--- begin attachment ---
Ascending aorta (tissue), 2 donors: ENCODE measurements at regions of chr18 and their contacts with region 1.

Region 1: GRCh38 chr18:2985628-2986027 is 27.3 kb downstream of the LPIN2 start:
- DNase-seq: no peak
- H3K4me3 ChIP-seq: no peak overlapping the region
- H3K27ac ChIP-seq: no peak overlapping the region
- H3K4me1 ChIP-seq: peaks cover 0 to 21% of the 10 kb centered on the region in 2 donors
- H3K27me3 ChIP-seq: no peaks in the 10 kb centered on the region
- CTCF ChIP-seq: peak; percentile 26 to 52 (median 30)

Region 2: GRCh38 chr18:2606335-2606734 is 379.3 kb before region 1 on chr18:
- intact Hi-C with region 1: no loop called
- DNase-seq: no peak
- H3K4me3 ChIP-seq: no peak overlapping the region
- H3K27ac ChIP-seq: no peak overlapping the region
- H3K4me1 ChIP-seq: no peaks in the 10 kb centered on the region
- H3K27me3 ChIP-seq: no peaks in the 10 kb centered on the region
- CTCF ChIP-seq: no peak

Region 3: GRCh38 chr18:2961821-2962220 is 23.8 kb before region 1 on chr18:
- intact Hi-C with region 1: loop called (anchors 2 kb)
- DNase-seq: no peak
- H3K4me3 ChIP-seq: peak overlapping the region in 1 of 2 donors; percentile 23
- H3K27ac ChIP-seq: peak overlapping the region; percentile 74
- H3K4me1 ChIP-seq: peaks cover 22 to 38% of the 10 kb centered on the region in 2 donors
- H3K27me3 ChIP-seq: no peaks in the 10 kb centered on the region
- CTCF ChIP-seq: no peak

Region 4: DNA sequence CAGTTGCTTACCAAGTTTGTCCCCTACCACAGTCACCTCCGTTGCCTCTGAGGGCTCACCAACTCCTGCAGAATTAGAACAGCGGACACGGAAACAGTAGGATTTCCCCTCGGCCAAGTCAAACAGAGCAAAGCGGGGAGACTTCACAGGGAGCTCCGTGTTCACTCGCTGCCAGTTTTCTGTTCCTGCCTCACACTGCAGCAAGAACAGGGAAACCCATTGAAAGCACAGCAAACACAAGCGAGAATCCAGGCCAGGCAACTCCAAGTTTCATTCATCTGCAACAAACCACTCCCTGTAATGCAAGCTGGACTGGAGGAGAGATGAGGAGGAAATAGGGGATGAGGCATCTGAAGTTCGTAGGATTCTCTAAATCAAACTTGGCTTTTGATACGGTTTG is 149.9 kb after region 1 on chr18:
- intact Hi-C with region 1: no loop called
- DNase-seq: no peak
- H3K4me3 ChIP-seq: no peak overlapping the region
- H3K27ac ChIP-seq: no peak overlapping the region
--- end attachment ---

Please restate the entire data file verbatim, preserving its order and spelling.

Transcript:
Ascending aorta (tissue), 2 donors: ENCODE measurements at regions of chr18 and their contacts with region 1.

Region 1: GRCh38 chr18:2985628-2986027 is 27.3 kb downstream of the LPIN2 start:
- DNase-seq: no peak
- H3K4me3 ChIP-seq: no peak overlapping the region
- H3K27ac ChIP-seq: no peak overlapping the region
- H3K4me1 ChIP-seq: peaks cover 0 to 21% of the 10 kb centered on the region in 2 donors
- H3K27me3 ChIP-seq: no peaks in the 10 kb centered on the region
- CTCF ChIP-seq: peak; percentile 26 to 52 (median 30)

Region 2: GRCh38 chr18:2606335-2606734 is 379.3 kb before region 1 on chr18:
- intact Hi-C with region 1: no loop called
- DNase-seq: no peak
- H3K4me3 ChIP-seq: no peak overlapping the region
- H3K27ac ChIP-seq: no peak overlapping the region
- H3K4me1 ChIP-seq: no peaks in the 10 kb centered on the region
- H3K27me3 ChIP-seq: no peaks in the 10 kb centered on the region
- CTCF ChIP-seq: no peak

Region 3: GRCh38 chr18:2961821-2962220 is 23.8 kb before region 1 on chr18:
- intact Hi-C with region 1: loop called (anchors 2 kb)
- DNase-seq: no peak
- H3K4me3 ChIP-seq: peak overlapping the region in 1 of 2 donors; percentile 23
- H3K27ac ChIP-seq: peak overlapping the region; percentile 74
- H3K4me1 ChIP-seq: peaks cover 22 to 38% of the 10 kb centered on the region in 2 donors
- H3K27me3 ChIP-seq: no peaks in the 10 kb centered on the region
- CTCF ChIP-seq: no peak

Region 4: DNA sequence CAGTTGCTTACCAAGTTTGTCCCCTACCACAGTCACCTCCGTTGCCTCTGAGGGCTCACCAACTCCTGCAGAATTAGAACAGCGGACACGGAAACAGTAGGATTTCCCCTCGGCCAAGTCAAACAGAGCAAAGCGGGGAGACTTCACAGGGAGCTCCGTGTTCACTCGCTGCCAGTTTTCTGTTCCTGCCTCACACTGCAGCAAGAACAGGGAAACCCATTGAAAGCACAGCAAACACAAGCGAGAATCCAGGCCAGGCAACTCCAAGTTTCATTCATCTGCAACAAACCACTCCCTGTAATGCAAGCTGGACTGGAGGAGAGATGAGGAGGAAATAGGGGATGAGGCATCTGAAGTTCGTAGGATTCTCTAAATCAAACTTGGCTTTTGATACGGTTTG is 149.9 kb after region 1 on chr18:
- intact Hi-C with region 1: no loop called
- DNase-seq: no peak
- H3K4me3 ChIP-seq: no peak overlapping the region
- H3K27ac ChIP-seq: no peak overlapping the region